But are these office dogs sentinels of sanity, approaching stressed-out keyboard punchers when the going gets tough? Or are they a furry nuisance, doggedly determined to distract?

Contributions of career canines

Do office dogs really boost morale? This question may have been settled beyond doubt thanks to a 2012 study from Virginia Commonwealth University. The study found that the employees in an observed workplace had significantly lower levels of perceived stress on days when dogs were present than when the office was strictly human-only. They also reported higher levels of job satisfaction.

The Society for Industrial and Organised Psychology even found that dogs can help new employees feel more comfortable since they aid social interaction without any of the negative effects of the more traditional social lubricant.

For some, office dogs do more than boost morale. Tech Cocktail conveyed this in a rundown of animals living the startup life. Go Up may be the most animal-friendly SEO agency London has to offer, since their office dog, Winston, runs the company blog. Winston is even credited as COO on Go Up’s website (though not, we imagine, on its tax returns). Hungarian startup Ask a Stranger have a ten year old dog named Lea in their office, who acts as symbolic inspiration. Lea reminds them of their goal: to still be around in ten years time.

Other companies have found that allowing employees to take dog-walking breaks gives them a chance to get some exercise on the job, improving their cardiovascular health, preventing obesity and even reducing the risk of cancer. All these things make for a strong, healthy workforce.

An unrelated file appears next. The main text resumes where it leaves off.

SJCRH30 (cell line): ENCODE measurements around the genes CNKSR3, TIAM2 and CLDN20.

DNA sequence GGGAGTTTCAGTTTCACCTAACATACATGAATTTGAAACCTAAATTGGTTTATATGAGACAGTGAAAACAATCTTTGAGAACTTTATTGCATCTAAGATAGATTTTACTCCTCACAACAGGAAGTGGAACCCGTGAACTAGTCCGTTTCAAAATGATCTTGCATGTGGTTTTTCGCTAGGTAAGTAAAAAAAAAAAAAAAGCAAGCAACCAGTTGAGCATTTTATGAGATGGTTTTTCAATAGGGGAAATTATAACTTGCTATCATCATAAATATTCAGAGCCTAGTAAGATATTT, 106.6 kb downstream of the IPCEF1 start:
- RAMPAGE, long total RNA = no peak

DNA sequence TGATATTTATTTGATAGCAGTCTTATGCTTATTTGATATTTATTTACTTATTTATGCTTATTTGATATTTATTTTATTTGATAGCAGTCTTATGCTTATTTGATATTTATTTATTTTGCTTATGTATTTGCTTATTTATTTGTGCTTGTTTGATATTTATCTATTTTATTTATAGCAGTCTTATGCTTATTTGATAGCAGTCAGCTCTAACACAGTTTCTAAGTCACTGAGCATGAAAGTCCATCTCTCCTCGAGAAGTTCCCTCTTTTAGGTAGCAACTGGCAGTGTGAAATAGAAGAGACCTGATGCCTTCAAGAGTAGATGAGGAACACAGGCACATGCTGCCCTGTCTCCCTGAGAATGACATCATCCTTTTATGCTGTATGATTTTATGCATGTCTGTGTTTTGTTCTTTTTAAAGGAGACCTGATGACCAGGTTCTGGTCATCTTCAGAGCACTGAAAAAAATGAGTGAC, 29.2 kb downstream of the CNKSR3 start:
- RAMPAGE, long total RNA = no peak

Will office dogs become the norm?

It’s not just trendy startups that are opening their doors to man’s best friend. Some of the world’s biggest corporations like Google, Amazon or Ben & Jerry’s have canine-friendly offices. But even with all the evidence that our paws-to-the-floor friends alleviate anxiety in the office, there are still some downsides to their presence.

Since 15-30% of people with allergies are allergic to dogs, having a dog in the workplace could cut some people off from being able to work in certain places. If a company decides to install a dog flap, some employees may be forced to take time off after allergic reactions, or even to quit if their reactions are too debilitating.

There is also the issue of cleanliness. An office with a dog-hair-covered carpet may not look particularly professional when prospective clients come to meetings. But then if a having a dog is part of the company culture, stray hairs are part of the package.

Is an office dog right for you?

Deciding on whether to get an office dog might be a difficult decision for some. For others, it will be obvious. To many of the startups and corporations that have welcomed canines into their ranks, it was a natural choice, informed by their view of the company and their knowledge of the way it works. If you could see a dog fitting in with your colleagues and brightening your workday, there is no need to paws for thought.